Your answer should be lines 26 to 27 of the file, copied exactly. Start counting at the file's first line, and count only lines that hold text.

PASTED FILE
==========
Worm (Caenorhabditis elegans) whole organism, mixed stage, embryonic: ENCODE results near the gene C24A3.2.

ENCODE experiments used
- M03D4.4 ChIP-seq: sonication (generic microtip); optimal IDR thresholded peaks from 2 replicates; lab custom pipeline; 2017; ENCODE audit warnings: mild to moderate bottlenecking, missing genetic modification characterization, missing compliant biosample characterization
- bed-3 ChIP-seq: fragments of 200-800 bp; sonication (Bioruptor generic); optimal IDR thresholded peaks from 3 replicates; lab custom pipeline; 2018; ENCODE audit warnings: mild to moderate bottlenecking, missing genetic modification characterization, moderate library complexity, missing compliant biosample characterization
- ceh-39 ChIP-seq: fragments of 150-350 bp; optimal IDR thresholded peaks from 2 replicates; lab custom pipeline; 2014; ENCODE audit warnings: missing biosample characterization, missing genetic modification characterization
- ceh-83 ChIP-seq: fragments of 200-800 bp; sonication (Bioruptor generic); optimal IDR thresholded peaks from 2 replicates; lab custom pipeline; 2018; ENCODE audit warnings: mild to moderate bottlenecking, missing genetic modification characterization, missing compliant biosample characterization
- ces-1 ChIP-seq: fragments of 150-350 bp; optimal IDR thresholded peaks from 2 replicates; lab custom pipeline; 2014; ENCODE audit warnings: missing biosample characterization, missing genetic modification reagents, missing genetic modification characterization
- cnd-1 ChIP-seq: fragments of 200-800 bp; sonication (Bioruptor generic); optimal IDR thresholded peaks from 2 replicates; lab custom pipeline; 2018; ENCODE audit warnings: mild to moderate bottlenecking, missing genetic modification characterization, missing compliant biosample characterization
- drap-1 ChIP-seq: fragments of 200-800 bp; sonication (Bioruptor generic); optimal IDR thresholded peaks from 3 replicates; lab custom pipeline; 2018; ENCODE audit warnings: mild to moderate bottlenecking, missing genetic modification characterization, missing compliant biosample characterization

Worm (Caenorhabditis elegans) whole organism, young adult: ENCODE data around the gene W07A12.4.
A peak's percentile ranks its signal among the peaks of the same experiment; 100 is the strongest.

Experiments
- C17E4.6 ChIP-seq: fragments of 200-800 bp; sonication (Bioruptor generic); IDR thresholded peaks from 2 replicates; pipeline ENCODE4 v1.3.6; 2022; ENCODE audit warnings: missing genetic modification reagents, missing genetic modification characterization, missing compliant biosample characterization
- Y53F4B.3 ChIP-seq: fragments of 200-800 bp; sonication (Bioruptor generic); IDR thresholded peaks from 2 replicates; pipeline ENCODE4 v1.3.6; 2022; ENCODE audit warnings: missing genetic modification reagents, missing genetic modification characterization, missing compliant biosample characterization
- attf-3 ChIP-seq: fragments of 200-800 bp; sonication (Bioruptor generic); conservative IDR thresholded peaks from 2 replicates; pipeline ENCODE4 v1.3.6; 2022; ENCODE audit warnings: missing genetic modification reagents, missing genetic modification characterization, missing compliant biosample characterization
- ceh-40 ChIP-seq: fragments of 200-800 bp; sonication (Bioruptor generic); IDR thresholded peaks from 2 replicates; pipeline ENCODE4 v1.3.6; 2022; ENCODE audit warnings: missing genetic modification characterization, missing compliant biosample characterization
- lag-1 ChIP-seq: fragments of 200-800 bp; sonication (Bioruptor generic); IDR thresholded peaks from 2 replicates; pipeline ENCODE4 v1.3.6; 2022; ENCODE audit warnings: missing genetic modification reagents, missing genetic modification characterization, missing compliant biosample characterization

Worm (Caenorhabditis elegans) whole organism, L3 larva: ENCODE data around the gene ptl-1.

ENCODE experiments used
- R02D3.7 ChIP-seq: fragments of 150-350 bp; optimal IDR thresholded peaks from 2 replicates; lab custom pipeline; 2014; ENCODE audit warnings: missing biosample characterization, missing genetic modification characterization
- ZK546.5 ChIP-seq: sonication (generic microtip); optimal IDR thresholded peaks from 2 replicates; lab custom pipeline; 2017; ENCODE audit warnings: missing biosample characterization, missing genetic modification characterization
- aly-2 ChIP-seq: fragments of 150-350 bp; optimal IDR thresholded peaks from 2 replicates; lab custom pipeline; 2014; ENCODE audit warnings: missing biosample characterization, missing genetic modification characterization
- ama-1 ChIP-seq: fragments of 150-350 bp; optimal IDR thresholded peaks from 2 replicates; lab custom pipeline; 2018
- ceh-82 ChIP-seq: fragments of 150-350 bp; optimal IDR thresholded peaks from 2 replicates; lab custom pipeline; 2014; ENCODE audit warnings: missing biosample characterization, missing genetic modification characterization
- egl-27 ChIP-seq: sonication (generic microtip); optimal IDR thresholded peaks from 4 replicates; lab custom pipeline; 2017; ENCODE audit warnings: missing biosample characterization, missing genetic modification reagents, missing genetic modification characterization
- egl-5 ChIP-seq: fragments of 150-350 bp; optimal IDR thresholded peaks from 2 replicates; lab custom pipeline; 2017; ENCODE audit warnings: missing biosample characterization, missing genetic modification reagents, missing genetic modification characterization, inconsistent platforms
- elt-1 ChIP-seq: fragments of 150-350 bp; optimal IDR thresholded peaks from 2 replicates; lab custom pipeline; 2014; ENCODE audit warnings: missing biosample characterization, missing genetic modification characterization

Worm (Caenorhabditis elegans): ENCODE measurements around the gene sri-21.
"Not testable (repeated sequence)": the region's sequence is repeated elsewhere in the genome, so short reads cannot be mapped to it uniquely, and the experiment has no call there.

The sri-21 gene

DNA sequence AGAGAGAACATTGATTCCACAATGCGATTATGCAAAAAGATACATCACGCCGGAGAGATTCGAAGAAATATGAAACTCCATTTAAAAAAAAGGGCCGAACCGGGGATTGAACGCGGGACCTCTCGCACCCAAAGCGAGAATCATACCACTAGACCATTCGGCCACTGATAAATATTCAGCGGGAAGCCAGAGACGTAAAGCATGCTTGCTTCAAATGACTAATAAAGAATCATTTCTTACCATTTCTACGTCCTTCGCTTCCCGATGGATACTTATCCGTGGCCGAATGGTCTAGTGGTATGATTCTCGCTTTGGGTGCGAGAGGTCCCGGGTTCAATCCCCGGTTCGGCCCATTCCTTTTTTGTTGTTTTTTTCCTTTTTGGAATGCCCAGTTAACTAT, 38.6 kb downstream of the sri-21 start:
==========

- egl-5 ChIP-seq: fragments of 150-350 bp; optimal IDR thresholded peaks from 2 replicates; lab custom pipeline; 2017; ENCODE audit warnings: missing biosample characterization, missing genetic modification reagents, missing genetic modification characterization, inconsistent platforms
- elt-1 ChIP-seq: fragments of 150-350 bp; optimal IDR thresholded peaks from 2 replicates; lab custom pipeline; 2014; ENCODE audit warnings: missing biosample characterization, missing genetic modification characterization